(Reuters) - Provident Financial (PFG.L) expects to report a loss of about 120 million pounds in its consumer credit division for 2017 as it struggles to win back customers following problems at its door-to-door lending business.
Shares in Provident, which provided loans through the Wall Street crash of 1929 and both world wars, were down 3.8 percent to 887 pence by 0900 GMT, the biggest drop on the FTSE Midcap Index .FTMC. They have fallen almost 70 percent since June.
Provident first warned about problems at its door-to-door lending operation in late June after a botched reorganisation led to a shortage of staff. It said in August the situation had deteriorated and the business would lose between 80 and 120 million pounds in 2017.
The doorstep lending business accounted for 115 million pounds of the consumer credit division’s loss.
Sub-prime lenders, such as Provident Financial, have seen rapid growth in Britain over the decade since the financial crisis, as banks cut back on risky lending and years of austerity have forced poorer people to borrow more.
But the high interest rates charged for loans has fuelled a public and political backlash, leading to a regulatory crackdown.
Adding to its specific problems, Provident is seeking a permanent executive chairman after the sudden death in November of former investment banker Manjit Wolstenholme, who took the helm in 2017 charged with turning round the business.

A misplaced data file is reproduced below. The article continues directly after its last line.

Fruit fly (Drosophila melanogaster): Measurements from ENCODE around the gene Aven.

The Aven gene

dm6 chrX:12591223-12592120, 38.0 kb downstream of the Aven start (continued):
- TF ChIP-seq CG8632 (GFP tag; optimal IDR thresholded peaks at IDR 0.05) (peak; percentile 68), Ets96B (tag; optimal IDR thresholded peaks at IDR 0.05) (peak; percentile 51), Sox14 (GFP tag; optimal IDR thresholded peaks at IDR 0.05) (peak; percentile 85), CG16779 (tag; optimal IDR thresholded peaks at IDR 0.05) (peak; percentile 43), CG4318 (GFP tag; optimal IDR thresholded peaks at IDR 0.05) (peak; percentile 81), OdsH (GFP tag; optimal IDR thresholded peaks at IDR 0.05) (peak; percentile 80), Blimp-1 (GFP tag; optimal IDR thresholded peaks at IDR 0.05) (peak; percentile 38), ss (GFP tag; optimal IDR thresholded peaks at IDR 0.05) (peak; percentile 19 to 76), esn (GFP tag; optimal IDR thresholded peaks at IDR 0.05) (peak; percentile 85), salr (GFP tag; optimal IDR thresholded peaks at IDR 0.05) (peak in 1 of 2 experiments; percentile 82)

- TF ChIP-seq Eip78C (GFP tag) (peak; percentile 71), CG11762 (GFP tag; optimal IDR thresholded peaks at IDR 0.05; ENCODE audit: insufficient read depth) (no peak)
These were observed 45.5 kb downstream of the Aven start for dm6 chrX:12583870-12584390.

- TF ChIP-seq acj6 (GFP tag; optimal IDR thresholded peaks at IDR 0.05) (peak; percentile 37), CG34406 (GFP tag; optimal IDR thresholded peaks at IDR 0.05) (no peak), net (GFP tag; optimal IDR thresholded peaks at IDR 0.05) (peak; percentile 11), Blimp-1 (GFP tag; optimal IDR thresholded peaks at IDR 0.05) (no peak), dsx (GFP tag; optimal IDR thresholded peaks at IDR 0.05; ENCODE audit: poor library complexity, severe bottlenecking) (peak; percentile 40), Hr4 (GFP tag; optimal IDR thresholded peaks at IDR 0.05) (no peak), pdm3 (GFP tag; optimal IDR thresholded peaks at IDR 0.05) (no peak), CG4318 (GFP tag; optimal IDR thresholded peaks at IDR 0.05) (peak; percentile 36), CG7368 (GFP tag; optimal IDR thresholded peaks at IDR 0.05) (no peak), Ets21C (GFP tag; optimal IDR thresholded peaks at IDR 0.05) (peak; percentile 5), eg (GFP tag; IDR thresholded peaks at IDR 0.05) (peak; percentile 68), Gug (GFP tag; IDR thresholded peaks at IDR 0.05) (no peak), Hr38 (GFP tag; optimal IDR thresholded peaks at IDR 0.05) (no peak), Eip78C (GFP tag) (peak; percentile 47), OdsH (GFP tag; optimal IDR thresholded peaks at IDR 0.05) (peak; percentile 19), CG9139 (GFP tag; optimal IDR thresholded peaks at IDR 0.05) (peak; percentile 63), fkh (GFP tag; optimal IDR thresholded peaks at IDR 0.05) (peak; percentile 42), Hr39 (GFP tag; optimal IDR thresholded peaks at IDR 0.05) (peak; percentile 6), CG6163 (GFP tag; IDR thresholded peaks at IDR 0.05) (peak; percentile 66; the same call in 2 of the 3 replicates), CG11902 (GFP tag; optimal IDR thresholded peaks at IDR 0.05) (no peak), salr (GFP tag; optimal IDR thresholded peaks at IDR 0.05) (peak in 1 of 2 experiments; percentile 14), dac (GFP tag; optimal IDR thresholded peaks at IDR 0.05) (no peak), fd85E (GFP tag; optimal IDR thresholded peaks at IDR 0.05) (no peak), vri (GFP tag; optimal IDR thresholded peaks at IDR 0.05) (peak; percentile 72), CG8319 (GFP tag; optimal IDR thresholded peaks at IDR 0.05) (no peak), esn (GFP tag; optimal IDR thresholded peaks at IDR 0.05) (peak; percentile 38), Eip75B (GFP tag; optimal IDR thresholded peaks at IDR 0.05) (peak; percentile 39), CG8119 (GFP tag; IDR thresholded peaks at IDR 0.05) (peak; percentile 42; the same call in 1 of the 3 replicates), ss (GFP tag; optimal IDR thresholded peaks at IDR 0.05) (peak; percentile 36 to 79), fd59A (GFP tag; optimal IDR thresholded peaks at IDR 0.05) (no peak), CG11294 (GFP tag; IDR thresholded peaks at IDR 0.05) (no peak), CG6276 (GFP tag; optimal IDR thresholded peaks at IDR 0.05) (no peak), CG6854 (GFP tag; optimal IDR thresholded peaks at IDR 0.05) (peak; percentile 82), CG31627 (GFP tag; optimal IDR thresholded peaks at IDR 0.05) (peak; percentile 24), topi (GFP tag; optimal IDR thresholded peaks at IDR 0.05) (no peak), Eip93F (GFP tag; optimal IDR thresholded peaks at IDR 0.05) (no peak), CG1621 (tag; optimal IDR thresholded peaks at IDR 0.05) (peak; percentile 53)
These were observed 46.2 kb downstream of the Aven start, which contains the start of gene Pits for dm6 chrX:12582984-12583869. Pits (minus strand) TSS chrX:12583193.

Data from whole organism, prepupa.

Interim Executive Chairman Malcolm Le May said the lender had made progress in the search for a new chief.
The lender also said that the home credit business would cut an unspecified number of jobs at its central support functions as it looks to cut costs.
The consumer credit division accounted for 44 percent of Provident’s revenue in 2016, according to Thomson Reuters Eikon data.
Analysts expect group pretax profit of 127.9 million pounds in 2017, substantially lower than 343.9 million pounds reported in 2016, according to Thomson Reuters I/B/E/S.
TARGET FOR SHORT-SELLERS
“The rate of reconnection with those customers whose relationship had been adversely impacted was at the lower end of expectations through the fourth quarter,” Provident said on Tuesday.
Short-sellers who were betting Provident’s shares would fall enjoyed healthy paper profits on Tuesday.
Lansdowne Partners made paper profits of 1.4 million pounds while AQR Capital Management made 1.3 million pounds as of 0900 GMT, according to a Reuters calculation.
Lansdowne and AQR Capital Management were among 11 hedge funds with outstanding shorts in Provident above a threshold of 0.5 percent, showed filings with the British regulator.
Provident has also contended with lost income resulting from a Financial Conduct Authority (FCA) investigation into the Repayment Option Plan offered by Provident’s Vanquis Bank and an investigation into Moneybarn, its car and van financing arm.
Provident Financial said Vanquis Bank and Moneybarn units had both started talking to the FCA with a “view to reaching a resolution to their respective investigations”.
Liberum analyst Portia Patel said there was still a way to go towards repairing the business.
“The balance sheet still appears stretched ... In the absence of resolution on the strength of the balance sheet, the FCA’s investigation on ROP and the search for a new CEO, our negative stance is unchanged,” said Patel, who rates Provident as a “Sell.”
Reporting by Noor Zainab Hussain in Bengaluru and Maiya Keidan in London; Editing by Bernard Orr and Keith Weir